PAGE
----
We all use lenses every day. But most of us don’t really know much about them. In fact, most of us don’t even know what it is we don’t know. Here are a few facts that you may find interesting, useful, or amusing. They probably won’t make you a better photographer, but may help you avoid some bad shots or other frustrations.
Wide-Aperture Lenses May Have Focus Shift
A lot of you already know this one, but if you don’t, read on! Wide-aperture lenses, particularly prime lenses of f/1.4 or f/1.8 may focus very accurately wide open, but if you stop down slightly, they front−or back focus. It’s not something that can be fixed, it’s the way the lens was designed—the designers accepted the focus shift as a trade-off for more sharpness or less distortion. By f/4 or so, the depth of field of has increased enough that the focus shift isn’t noticeable. The end result then is the lens focuses fine wide open, and fine again at f/2.8 or f/4, but in-between doesn’t focus correctly.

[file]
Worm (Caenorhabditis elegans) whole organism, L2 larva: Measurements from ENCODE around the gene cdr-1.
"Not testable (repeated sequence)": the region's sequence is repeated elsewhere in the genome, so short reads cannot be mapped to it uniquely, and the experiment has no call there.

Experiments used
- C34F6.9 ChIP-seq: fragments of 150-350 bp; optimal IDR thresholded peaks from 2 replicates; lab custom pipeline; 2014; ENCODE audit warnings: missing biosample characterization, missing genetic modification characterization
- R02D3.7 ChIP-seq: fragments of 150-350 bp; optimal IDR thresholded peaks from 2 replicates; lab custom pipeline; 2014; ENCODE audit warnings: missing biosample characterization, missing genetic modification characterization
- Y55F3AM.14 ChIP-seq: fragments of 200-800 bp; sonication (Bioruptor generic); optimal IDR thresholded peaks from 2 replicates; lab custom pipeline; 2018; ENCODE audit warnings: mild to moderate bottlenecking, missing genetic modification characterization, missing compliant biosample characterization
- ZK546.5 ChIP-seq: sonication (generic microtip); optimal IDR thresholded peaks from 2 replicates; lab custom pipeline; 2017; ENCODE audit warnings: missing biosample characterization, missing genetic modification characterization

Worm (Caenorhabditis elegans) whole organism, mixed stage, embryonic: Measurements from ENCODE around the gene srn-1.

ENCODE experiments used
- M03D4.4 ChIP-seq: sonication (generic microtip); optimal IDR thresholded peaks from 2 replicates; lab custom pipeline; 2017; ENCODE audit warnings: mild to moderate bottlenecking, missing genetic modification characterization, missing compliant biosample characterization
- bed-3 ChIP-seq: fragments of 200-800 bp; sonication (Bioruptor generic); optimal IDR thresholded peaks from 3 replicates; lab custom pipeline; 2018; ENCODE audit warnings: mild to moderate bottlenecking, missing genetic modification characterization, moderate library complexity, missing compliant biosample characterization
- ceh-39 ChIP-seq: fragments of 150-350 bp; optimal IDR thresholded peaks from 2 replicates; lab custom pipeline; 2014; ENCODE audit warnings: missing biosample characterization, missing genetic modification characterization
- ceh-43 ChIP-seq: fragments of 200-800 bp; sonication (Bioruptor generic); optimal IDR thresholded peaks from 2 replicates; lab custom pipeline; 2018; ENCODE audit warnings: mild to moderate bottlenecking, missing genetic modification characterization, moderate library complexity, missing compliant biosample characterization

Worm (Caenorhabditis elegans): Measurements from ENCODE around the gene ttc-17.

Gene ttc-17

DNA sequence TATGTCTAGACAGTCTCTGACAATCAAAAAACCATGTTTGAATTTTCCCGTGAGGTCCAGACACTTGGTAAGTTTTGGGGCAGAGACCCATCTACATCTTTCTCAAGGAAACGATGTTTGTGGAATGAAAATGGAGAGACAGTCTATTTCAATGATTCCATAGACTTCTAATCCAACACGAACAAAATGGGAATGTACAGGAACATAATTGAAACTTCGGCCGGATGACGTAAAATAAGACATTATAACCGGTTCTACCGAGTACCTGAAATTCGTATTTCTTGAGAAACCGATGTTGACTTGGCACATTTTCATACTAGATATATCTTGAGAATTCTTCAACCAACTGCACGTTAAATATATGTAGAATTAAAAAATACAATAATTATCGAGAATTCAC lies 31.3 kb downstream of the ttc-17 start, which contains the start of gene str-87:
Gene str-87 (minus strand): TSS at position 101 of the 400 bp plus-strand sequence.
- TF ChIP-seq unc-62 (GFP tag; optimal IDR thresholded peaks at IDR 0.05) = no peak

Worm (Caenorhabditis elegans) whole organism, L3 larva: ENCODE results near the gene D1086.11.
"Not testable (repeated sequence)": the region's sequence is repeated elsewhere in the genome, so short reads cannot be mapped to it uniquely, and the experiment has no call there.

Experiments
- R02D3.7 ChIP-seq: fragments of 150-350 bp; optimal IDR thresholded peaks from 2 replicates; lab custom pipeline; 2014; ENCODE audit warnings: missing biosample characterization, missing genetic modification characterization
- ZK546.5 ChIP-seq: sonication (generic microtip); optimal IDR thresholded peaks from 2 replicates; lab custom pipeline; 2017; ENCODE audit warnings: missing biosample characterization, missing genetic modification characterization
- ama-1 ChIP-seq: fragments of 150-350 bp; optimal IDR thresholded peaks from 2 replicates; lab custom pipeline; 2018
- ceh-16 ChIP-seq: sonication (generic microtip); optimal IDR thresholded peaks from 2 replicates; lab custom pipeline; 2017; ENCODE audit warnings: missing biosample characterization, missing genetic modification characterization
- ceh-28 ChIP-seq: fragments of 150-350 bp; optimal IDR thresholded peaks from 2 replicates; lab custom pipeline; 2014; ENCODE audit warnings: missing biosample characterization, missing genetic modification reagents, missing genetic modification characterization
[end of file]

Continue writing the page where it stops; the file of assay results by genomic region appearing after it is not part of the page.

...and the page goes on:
Unfortunately you won’t find “has focus shift” in the manufacturer’s description. If you think your lens may have it, take a series of images focused on the same object, stopping the lens down a bit with each. If the lens has focus shift, you will notice the focus has ‘shifted’ in front of, or in back of, the object as you stop down. The experiment will also show you how far you have to stop down to overcome the focus shift (and this may be different at infinity or close up). The simplest work around is to shoot the lens either wide open or at the aperture at which focus shift is no longer apparent.